The Falkor Blitz is based on the Ambidextrous design originated by SI-Defense and it does not disappoint. Personally I am not a fan of Ambi-anything as it always seems to be some clunky add-on or bolt-on or goofy workaround that interferes with normal operation from “standard” AR configurations. The team at Falkor approached it from an engineering standpoint and not a “Band-Aid” type solution. The ambidextrous controls are mirrored perfectly in size, shape, and location on both sides of the receiver. The control surfaces of all these components are cut very deep and aggressive, which aids in actuation without making them larger or obnoxious. In fact they are smaller than your standard parts found in a Lower Parts Kit. They are also not standardized parts which some may complain about but let’s be honest… how often has anyone ever changed their mag release button and or bolt catch. These control surfaces and shapes of them blend nicely with the receivers and their “standard-not standard” shape.
All the core elements of an AR-15 Upper and Lower receiver are there and function as they are supposed to if not better. A bold statement since we did not have a lot of time with the Blitz. But there are both aesthetic as well as performance upgrades to these receivers at the manufacturing level that we noticed and appreciated. Like the thin and ever so slightly flared maxwell, the cuts and grooves for finger placement, design cues and logo placements all over the receivers. Some bold, some subtle bt all cut deep and pronounced as if to proudly say “I am Falkor, and Here I Am.”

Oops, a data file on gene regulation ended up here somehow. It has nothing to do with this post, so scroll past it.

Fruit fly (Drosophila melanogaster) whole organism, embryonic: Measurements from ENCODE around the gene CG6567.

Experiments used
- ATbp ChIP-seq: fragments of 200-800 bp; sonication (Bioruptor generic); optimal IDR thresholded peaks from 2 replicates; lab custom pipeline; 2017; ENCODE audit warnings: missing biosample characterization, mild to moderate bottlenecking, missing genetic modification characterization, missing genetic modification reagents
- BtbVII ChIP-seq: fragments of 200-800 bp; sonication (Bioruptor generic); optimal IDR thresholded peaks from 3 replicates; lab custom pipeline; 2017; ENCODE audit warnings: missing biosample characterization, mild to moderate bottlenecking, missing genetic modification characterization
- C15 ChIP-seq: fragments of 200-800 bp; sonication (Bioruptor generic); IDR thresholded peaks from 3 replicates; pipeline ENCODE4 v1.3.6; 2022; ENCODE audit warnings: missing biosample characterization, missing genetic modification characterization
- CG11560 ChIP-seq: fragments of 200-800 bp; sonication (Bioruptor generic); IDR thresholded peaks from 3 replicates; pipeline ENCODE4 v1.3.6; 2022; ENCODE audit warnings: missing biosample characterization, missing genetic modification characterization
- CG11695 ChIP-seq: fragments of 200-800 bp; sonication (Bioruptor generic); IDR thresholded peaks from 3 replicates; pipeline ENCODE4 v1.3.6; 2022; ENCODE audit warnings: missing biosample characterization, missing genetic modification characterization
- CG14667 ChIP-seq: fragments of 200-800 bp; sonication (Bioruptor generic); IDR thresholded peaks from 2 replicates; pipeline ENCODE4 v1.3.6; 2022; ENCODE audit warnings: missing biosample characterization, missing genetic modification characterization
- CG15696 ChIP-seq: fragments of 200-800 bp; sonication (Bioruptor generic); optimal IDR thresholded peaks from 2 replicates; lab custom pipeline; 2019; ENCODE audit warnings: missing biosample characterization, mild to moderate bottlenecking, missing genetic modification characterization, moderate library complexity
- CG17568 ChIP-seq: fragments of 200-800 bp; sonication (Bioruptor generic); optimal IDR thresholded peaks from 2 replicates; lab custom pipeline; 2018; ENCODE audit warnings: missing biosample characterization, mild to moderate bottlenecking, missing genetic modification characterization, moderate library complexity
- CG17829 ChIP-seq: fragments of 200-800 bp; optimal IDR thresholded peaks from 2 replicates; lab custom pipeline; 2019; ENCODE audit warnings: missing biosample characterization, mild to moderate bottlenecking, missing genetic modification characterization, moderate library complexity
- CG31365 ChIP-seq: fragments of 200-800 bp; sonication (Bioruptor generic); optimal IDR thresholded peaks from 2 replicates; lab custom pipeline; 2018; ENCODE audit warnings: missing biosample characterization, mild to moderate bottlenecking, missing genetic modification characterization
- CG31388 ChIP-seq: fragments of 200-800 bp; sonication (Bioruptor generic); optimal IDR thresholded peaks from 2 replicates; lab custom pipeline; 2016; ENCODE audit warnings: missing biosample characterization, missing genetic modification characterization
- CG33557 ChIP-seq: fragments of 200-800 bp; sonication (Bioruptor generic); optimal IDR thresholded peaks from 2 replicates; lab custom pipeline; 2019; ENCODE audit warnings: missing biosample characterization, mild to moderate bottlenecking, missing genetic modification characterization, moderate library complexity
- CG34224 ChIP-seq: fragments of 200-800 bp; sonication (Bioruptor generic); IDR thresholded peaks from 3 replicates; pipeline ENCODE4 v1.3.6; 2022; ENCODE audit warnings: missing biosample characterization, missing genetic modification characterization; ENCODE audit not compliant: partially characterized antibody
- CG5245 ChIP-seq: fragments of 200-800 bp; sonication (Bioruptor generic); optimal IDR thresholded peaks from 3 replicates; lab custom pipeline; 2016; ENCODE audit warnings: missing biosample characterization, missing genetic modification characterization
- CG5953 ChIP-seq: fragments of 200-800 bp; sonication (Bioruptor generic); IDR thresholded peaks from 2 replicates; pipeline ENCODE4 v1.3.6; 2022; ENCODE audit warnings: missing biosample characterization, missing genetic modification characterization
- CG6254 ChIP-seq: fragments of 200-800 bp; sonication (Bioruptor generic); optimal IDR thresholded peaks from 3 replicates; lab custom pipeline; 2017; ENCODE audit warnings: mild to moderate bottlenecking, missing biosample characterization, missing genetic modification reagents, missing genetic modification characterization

Another one of the interesting items was the Bolt Carrier Group itself. it had all the same parts and assembly methods you would normally see and disassembled pretty much the same as any other… but the rear of the BCG has a different shape to it. Almost like a mix between an AR-10, AR-15 and a piston rifle. When asked for more detail about the design, we were given an abundance of information talking about carrier tilt AND carrier walk. Carrier walk, well thats a new one to me. After much discussion as to what it does, how it works and how it affects accuracy, I decided to save that info for when we look at the Petra 300 WM or the 308 Falkor makes as an SBR “review.” Talking about prototype parts and accuracy is a whole other write up entirely, but one we will cover, I promise you.
Notable features include the MVB PDW stock, which has a cool factor of course and I am sure a purpose. It was however finicky after countless hours of firing, being in the sand and dirt and was overall uncomfortable to use. Falkor as I am told has no plans to move forward on that design and is leaning towards more of a fixed position type stock. In all fairness and as stated, it has a purpose it was built for. It makes the SBR ridiculously short overall length, extended has a lot less flex and takes a pounding. For this SBR though I would have liked a better cheek weld is all.